One week after the election, Trump offered 4-star Army General Jack Keane the position of Secretary of Defense. Keane turned him down (sick wife) but recommended Jim Mattis, also known as “Mad Dog” and “Chaos” and “the warrior monk.

Trump was warned by Keane before offering the job to Mattis that “Mistakes on the domestic side have a correcting mechanism. You can have a do-over. There are no do-overs in national security. When we make mistakes it has huge consequences. By our actions or lack of actions we can actually destabilize parts of the world and cause enormous problems.” Keane felt Obama had been too timid in international¬† policy decisions with Leon Panetta as Secretary of Defense.

Keane spoke with Mattis to make sure he’d take the Secretary of Defense job, if it were offered, and the retired 4-star Marine general had another thing going for him. Obama had fired him in the Middle East in 2013 because Obama thought he was too hawkish and too eager to confront Iran militarily. Obviously, given Trump’s obsession with undoing everything and anything Obama had begun, Mattis would be a good choice to please Trump.

But on another level Mattis might not “fit” because although he was very experienced in the Middle East and an experienced combat veteran, according to Keane: “What’s not obvious is how thoughtful he is and how deliberate he is. He thinks things through. He spends time thinking through the problem.” Essentially, Mattis had devoted his life to the military and had a library of over 7,000 books. His reading habit had given him the nickname “The Warrior Monk.” (*Does this sound like a good fit for Trump?)

Mattis was 66, while Keane was 73. Mattis had written a huge paper on Iran and differed with the previous administration on how best to deal with Iran. He was fearful that Israel would attack Iran and we would be dragged into military conflict in support of Israel.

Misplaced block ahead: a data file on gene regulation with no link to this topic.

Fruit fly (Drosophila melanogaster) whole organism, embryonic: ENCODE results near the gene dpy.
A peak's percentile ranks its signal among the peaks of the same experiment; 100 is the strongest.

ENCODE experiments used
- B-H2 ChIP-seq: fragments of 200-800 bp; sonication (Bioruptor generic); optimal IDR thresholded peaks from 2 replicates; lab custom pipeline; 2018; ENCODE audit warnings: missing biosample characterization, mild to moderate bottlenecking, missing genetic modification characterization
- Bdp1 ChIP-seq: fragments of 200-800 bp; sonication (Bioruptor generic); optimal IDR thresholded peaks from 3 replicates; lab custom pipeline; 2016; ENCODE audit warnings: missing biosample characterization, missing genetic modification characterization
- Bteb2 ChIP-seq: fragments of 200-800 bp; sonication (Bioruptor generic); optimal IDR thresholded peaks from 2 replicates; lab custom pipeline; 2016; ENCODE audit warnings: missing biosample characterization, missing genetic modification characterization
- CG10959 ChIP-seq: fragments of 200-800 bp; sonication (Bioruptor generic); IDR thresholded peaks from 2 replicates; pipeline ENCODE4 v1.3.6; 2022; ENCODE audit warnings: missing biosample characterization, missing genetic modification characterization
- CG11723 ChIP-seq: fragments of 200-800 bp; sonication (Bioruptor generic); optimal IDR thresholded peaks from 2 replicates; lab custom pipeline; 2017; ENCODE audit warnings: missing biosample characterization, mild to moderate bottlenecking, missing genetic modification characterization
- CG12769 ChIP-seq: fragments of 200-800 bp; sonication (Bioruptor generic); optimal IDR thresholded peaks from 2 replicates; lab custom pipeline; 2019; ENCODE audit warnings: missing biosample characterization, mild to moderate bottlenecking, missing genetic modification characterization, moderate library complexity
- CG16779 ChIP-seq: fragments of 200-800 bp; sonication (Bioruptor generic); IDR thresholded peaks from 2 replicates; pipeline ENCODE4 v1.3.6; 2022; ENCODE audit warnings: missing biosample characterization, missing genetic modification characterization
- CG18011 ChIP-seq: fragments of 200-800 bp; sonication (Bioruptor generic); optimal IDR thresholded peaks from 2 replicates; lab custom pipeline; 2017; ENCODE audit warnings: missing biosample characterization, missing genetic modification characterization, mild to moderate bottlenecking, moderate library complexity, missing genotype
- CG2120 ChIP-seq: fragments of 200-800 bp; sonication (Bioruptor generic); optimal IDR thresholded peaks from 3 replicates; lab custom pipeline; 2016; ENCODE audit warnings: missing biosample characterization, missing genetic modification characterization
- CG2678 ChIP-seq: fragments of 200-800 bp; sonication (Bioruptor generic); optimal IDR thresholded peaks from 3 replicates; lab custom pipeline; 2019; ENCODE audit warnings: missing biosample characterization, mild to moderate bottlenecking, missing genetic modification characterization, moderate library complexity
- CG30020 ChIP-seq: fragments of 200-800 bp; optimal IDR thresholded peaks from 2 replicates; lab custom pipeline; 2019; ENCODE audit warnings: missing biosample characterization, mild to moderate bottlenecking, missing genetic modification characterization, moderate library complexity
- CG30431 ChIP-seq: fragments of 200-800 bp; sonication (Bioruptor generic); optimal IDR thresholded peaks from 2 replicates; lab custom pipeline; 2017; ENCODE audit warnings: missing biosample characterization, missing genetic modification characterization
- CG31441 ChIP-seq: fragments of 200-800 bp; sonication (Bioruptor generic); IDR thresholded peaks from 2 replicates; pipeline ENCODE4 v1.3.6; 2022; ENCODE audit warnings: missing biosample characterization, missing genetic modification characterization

Mattis to Trump:¬† “We need to change what we are doing. It can’t be a war of attrition. It must be a war of annihilation.” Bannon began calling Mattis “the moral center of gravity of the administration,” although he thought he was too liberal on social policies and a globalist at heart. Bannon began setting up photo ops like those the British P.M. used, where it would show a dignitary coming in or out of #10 Downing Street. The visit of Mattis to the White House to discuss naming him Secretary of Defense would be a great way for Bannon, who came from the world of Breitbart, to manipulate publicity about the administration.

Mattis had taken the Marines into Afghanistan after 911. Mattis worried about the Obama administration’s failure to deter Iran and wrote a thick position paper on what should be done, but it was shredded when he was let go (retired early). Now, with Trump promoting him to Secretary of Defense, everyone wanted a copy of his old notes on dealing with Iran.

One reason Mattis was so hot to face off with Iran was the terrorist bombing of the Marine Barracks in Beirut in 1983 which killed 220 Marines. This was one of the largest single-day death tolls in the history of the Marine Corps. Another 21 died, making it the largest terrorist attack against the U.S. prior to 9/11.

The Donilon Memo was an answer to Mattis and directed that under no circumstances would Mattis take any action against Iran for mining international waters, unless the mine was effectively dropped in the path of a U.S. warship and presented an imminent danger to the ship. Mattis rescinded the Donilon memo the moment he became Secretary of Defense. He continued to talk about how the war plan for Iran was insufficient because it had no joint-force characteristics but depended almost solely on air power. He devised “Strike Option Five,” which was: 1) first against small Iranian boats (2) then against ballistic missiles (3) then against weapons systems and (4) an invasion. Strike Option Five was the plan for destroying the Iranian nuclear program. Mattis had also written a memo to the Chief of Naval Operations that said “the Navy is completely unprepared for conflict in the Persian Gulf.”

When Leon Panetta (Secretary of Defense under Obama) told Mattis that his plan put him at odds with the Obama administration, he said, “I get paid to give my best military advice. They make the policy decisions. I’m not going to change what I think to placate them. If I don’t have their confidence, then I go.”

And go he did, 5 months early, in March of 2013. His draft of strategies focused on confronting and not tolerating Iran’s destabilizing actions through Hezbollah, the Quds Force operations, and their actions in Iraq to undermine the U.S. Did Mattis’ appointment as Secretary of Defense in a hawkish Trump presidency mean a likely military conflict with Iran? (Pray the answer is no!)

Trump was impressed with Rex Tillerson and named him Secretary of State, considered another thumbing of his nose at the Washington political world.